• Section C: Feeding tubes or intravenous (IV) fluids are sometimes needed to provide nutrition for someone who is unable to eat or drink.  These measures can helpful if you are recovering from an illness.  However, if you are near death, these measures could actually make you more uncomfortable.  Fluids given through an IV can increase the burden on the already affected kidneys or feedings through a tube can cause uncomfortable digestive side effects to a body that is in the natural state of shutting down.

Having a detailed conversation with the patient/family/health care proxy about these issues can help transfer the patient’s wishes onto paper.  Once the form is signed by a physician, it becomes a medical order.  This document can be revoked at any time and should be updated as the condition of the patient or his/her treatment choices change.  The form belongs to the patient!  

In the home, the form should be located in an obvious location such as the refrigerator door in a clear plastic sleeve.  If the patient is transferred to a facility, the form should accompany the patient and remain on the first page of the medical record.  Upon discharge to home or another facility, the form goes with the patient.

Eventually, the goal is to implement an electronic repository of POLST forms.  Given the initial success of this model, it is reasonable to believe that the original goal of the advance directives — to ensure respect for patients’ treatment wishes at the end of life — can and will be more completely realized in the future with the addition of the IPOST and Uniform DNR Advance Directive/POLST.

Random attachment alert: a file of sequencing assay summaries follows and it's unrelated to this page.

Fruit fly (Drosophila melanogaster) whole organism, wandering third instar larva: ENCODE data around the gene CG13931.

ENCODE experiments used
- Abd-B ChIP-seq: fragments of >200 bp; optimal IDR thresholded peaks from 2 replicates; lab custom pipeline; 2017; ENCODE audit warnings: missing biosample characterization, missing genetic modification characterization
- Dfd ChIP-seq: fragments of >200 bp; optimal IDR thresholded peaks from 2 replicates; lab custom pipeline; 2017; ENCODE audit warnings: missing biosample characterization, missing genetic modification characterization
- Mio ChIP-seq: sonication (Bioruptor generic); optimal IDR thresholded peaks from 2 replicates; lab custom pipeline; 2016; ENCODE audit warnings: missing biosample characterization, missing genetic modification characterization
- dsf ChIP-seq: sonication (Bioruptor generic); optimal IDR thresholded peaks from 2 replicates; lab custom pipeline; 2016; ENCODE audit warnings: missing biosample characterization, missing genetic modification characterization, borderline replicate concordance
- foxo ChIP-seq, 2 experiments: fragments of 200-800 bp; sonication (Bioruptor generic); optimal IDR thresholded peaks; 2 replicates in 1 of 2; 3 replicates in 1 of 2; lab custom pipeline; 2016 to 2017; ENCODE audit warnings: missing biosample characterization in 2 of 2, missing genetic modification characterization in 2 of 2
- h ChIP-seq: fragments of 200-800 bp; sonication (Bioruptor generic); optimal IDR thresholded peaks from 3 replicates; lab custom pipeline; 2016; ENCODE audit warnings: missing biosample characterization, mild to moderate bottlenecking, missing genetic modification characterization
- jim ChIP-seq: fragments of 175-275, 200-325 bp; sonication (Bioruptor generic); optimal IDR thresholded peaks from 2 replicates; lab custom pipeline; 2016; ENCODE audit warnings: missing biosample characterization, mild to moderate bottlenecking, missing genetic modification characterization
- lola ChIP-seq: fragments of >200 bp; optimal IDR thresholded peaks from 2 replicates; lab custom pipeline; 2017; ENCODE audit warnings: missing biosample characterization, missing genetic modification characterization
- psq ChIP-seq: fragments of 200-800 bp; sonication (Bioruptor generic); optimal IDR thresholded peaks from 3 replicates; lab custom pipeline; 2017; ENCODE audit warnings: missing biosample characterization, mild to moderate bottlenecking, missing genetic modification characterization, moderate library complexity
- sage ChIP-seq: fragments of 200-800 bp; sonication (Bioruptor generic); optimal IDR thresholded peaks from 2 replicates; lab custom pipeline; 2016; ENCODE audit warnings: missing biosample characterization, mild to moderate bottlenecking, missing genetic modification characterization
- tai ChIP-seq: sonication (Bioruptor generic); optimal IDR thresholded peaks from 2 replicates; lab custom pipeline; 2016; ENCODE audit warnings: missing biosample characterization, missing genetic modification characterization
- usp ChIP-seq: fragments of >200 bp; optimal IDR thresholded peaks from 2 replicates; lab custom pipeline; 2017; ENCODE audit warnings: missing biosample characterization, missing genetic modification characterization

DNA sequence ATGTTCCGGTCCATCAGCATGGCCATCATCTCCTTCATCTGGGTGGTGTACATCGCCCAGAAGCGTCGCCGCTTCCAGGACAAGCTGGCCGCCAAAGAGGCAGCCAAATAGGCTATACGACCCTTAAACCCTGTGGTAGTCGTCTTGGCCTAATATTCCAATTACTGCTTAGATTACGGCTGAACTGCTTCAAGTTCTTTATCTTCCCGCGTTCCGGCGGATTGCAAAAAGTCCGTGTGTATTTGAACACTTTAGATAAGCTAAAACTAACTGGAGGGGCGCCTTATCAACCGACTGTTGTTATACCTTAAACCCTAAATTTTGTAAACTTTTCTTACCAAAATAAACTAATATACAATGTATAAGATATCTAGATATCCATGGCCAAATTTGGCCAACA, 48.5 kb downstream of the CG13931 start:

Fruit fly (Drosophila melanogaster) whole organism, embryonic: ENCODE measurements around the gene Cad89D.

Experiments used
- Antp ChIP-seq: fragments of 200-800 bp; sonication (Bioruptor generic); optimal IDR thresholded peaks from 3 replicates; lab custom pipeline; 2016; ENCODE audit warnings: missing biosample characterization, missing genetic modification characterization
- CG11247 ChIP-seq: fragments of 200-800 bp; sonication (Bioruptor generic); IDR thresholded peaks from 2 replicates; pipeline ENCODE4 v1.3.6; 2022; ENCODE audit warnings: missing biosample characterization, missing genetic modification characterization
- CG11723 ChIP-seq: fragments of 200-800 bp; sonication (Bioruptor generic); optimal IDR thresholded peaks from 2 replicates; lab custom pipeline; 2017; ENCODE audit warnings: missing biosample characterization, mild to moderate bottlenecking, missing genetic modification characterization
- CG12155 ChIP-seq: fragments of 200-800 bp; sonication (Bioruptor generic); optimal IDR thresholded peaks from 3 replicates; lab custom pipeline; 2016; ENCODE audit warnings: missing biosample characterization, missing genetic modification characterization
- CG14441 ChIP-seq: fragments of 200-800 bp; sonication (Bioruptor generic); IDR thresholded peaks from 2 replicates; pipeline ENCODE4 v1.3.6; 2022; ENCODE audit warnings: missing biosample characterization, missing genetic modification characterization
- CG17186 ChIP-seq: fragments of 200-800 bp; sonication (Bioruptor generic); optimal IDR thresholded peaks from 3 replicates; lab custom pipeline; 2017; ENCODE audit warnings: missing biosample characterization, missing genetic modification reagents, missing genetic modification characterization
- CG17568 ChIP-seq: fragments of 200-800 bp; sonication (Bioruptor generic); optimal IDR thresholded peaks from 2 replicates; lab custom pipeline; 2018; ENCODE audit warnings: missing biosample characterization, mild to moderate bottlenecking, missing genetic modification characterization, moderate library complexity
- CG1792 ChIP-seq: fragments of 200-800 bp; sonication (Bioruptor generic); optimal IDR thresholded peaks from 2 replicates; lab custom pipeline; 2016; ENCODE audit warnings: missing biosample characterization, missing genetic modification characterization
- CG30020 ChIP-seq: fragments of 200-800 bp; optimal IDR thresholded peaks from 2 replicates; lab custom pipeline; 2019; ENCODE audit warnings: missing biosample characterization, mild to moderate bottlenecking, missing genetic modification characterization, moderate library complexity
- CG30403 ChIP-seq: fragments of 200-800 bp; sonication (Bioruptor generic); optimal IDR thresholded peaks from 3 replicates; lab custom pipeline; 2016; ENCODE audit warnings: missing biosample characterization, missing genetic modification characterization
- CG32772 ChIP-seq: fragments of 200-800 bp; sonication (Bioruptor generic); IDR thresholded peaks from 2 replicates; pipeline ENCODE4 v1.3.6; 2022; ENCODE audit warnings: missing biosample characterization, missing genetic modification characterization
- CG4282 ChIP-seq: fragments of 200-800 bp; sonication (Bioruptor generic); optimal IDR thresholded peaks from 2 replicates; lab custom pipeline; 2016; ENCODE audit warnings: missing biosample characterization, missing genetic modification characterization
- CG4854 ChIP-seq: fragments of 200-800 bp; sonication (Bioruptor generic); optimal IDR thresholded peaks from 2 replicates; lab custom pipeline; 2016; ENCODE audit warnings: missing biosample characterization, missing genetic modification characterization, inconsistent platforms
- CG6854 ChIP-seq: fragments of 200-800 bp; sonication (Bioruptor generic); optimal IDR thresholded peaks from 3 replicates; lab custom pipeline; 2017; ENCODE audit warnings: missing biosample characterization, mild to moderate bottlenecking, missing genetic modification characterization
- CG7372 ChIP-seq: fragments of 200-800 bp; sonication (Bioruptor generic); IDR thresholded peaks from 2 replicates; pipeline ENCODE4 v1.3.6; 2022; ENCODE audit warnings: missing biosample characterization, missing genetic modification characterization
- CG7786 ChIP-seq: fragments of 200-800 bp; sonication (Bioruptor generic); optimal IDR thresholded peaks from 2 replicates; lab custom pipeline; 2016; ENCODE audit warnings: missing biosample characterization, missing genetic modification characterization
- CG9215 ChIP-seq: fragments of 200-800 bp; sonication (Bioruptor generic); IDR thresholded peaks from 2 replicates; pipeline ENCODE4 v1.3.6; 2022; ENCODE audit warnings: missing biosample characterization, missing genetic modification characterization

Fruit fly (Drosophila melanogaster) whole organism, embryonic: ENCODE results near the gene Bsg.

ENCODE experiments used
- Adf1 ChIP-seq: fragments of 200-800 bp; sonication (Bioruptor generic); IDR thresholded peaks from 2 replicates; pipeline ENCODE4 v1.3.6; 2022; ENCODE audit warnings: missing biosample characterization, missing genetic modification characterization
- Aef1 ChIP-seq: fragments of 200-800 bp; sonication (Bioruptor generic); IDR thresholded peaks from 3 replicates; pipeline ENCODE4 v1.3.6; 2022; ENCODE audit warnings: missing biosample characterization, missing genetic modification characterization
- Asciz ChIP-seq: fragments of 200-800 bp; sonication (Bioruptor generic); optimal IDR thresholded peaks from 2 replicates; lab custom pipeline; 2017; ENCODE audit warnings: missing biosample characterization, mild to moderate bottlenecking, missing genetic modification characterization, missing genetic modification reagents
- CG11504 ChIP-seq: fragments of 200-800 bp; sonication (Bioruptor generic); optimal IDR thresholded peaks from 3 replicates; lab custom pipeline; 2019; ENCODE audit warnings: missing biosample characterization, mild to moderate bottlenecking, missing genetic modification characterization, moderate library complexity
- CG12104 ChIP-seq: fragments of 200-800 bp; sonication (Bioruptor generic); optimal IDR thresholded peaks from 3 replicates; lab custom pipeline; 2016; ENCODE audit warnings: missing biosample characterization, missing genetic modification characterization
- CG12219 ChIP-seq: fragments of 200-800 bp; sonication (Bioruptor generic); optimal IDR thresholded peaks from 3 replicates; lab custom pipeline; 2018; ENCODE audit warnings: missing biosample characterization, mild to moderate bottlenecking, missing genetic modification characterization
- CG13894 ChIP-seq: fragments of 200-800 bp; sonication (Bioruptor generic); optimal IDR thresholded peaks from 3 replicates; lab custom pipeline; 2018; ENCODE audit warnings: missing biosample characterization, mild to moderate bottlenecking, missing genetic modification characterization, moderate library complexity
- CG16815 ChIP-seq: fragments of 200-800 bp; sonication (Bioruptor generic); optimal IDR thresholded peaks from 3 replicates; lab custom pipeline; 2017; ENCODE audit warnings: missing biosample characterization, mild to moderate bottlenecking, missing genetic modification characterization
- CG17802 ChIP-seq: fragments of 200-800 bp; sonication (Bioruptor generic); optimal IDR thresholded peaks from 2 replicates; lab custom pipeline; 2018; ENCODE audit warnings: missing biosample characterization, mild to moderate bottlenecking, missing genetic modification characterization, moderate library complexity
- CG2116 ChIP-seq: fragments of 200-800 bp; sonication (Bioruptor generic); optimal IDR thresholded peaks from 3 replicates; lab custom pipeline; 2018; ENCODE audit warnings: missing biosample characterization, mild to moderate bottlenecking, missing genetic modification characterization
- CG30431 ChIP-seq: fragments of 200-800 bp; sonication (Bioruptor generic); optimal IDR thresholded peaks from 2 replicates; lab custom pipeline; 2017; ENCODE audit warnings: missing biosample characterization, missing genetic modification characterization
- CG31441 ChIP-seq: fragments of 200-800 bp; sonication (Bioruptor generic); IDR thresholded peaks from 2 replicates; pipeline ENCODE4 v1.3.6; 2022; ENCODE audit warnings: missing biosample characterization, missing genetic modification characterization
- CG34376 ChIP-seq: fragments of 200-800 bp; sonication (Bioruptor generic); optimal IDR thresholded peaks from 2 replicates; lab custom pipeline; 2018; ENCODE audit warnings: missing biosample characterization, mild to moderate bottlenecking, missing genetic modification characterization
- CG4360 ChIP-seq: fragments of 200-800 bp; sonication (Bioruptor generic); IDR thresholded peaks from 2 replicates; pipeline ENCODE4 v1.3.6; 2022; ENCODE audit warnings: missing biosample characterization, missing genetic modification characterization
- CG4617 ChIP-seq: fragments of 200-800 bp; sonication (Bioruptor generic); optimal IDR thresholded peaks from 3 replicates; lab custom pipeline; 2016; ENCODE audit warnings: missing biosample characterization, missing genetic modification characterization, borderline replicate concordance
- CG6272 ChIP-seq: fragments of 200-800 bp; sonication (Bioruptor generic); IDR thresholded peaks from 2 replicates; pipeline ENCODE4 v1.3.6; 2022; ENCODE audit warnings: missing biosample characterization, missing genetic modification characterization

For more information on Facilitator Training or to locate a Facilitator, contact Nancy Phelps, Chair of the Education and Training Committee for the Quad City POLST Coalition. Call 563-421-5829 (office) or email: phelps@genesishealth.com

Certified Facilitators, IPOST and POLST forms can be found at Unity Point-Trinity and Genesis Hospitals and VNA, local nursing homes and extended care facilities, MEDIC Emergency Services and primary care physician offices in the Quad City area.